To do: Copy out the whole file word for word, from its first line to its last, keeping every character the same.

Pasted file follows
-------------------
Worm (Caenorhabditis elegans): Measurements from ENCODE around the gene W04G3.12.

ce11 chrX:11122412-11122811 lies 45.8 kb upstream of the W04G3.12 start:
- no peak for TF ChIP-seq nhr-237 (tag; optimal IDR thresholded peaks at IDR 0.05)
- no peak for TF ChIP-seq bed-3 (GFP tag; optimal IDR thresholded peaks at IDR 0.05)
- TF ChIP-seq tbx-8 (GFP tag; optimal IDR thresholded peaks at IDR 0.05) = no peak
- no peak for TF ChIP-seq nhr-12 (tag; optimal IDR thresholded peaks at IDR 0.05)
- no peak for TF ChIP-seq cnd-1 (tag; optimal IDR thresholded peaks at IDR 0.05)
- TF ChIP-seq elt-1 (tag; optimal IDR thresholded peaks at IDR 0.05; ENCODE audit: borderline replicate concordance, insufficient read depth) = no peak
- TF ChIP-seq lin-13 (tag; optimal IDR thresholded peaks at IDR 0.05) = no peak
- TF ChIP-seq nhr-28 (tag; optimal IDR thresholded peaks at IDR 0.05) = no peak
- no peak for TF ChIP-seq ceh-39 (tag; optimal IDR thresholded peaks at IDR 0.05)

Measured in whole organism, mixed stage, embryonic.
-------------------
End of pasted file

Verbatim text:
Worm (Caenorhabditis elegans): Measurements from ENCODE around the gene W04G3.12.

ce11 chrX:11122412-11122811 lies 45.8 kb upstream of the W04G3.12 start:
- no peak for TF ChIP-seq nhr-237 (tag; optimal IDR thresholded peaks at IDR 0.05)
- no peak for TF ChIP-seq bed-3 (GFP tag; optimal IDR thresholded peaks at IDR 0.05)
- TF ChIP-seq tbx-8 (GFP tag; optimal IDR thresholded peaks at IDR 0.05) = no peak
- no peak for TF ChIP-seq nhr-12 (tag; optimal IDR thresholded peaks at IDR 0.05)
- no peak for TF ChIP-seq cnd-1 (tag; optimal IDR thresholded peaks at IDR 0.05)
- TF ChIP-seq elt-1 (tag; optimal IDR thresholded peaks at IDR 0.05; ENCODE audit: borderline replicate concordance, insufficient read depth) = no peak
- TF ChIP-seq lin-13 (tag; optimal IDR thresholded peaks at IDR 0.05) = no peak
- TF ChIP-seq nhr-28 (tag; optimal IDR thresholded peaks at IDR 0.05) = no peak
- no peak for TF ChIP-seq ceh-39 (tag; optimal IDR thresholded peaks at IDR 0.05)

Measured in whole organism, mixed stage, embryonic.